Updated from 7:38 a.m. EST
posted a 49% rise in first-quarter earnings and forecast fiscal 2006 earnings in line with Wall Street's expectations. But investors nervous about future growth received little guidance about what 2007 will hold.
The Horsham, Pa., luxury-home builder earned $164 million, or 98 cents a share, for the quarter ended Jan. 31, up from $110 million, or 66 cents a share, a year earlier. Revenue rose 35% from a year ago to $1.34 billion. Analysts surveyed by Thomson Financial were looking for earnings of 92 cents a share on sales of $1.35 billion.
First quarter-end backlog rose 22% to $5.95 billion, and signed contracts of $1.14 billion declined 21% from last year's record first quarter.
"Based on strong demographics, restrictive land-approval regulations and our supply of 87,000 lots, we believe Toll Brothers is well positioned for growth. Over the next couple of quarters, however, we will continue to face tough comparisons with last year," said CEO Bob Toll in a statement. "In 2005, demand for new homes in many markets was propelled to unsustainable levels by speculative buying. We are now on the other side of that slope. Speculative demand has ceased and speculators are now putting their homes back on the market. The result has been more supply than demand in some regions."
The company said it expects to earn between $4.77 and $5.26 a share for 2006. The guidance is in line with the $4.96 First Call estimate, but slightly below Toll's December projection of $4.79 to $5.27 a share.
As far as 2007, the year has been in question ever since Toll said
in December that "these uncertain times" meant that its previous guidance of 20% earnings growth for 2007 might be wrong.
Toll didn't provide specific estimates for 2007 earnings or revenues during its conference call Thursday. Analysts currently expect Toll's EPS to drop to $4.73 in 2007. Margins are expected to compress at the company, as analysts forecast Toll's revenue will increase from $6.82 billion this year to $6.91 billion in 2007.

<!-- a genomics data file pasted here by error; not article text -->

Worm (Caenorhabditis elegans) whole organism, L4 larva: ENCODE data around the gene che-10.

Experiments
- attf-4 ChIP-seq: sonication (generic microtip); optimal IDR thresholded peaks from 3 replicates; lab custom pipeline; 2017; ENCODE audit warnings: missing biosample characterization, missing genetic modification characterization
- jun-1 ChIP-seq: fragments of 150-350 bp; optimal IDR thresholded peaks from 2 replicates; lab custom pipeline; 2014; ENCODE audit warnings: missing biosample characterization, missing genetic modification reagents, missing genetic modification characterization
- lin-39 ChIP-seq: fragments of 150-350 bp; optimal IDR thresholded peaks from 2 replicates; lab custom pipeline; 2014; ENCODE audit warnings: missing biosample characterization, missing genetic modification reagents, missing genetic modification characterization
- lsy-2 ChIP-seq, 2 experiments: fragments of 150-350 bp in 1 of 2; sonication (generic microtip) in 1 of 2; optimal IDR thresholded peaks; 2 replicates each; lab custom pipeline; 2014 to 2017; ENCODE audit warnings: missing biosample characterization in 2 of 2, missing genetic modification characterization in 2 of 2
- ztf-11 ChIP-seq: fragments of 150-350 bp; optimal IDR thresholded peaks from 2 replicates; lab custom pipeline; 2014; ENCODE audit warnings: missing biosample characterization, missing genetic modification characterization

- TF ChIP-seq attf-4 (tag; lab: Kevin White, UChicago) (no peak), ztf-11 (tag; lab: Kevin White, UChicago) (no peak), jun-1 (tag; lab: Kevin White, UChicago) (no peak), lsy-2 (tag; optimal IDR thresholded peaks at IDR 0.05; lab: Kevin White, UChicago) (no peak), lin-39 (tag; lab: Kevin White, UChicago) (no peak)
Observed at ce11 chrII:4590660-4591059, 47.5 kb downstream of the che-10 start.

One caller on the conference call asked management whether revenue would increase from 2006 to 2007. "The answer is we think '07 should be better than '06 in terms of a whole bunch of things," Bob Toll responded.
But when later pressed how this improvement could be the case, given that
order trends of late have been declining in every market, Toll conceded that business still needs to pick up.
"If we don't have the orders pick up, then we won't have the success in '07 that we think that we'll have," Bob Toll said.
To boost sales, the company is embarking on an aggressive growth campaign, with 140 communities to be added this year, along with 100 closings. During the quarter, 17 new communities were opened.
Toll said its best-performing markets of late have been Phoenix; Denver; Prince George's County, Md.; and San Antonio (which all received "A" ratings from management), while the Washington, D.C./Northern Virginia market; Jacksonville, Fla.; and Austin all received "D" grades. The company also said its numerous condo projects surrounding Hoboken, N.J., have been selling very well.
Markets where overall home inventories are being heavily affected by speculative buyers looking to re-sell their houses included Washington, D.C., Orlando and Las Vegas (which is holding up better than the other two markets in terms of Toll sales), the company said.
Toll shares were up $1.05, or 3.2%, to $33.53 Thursday.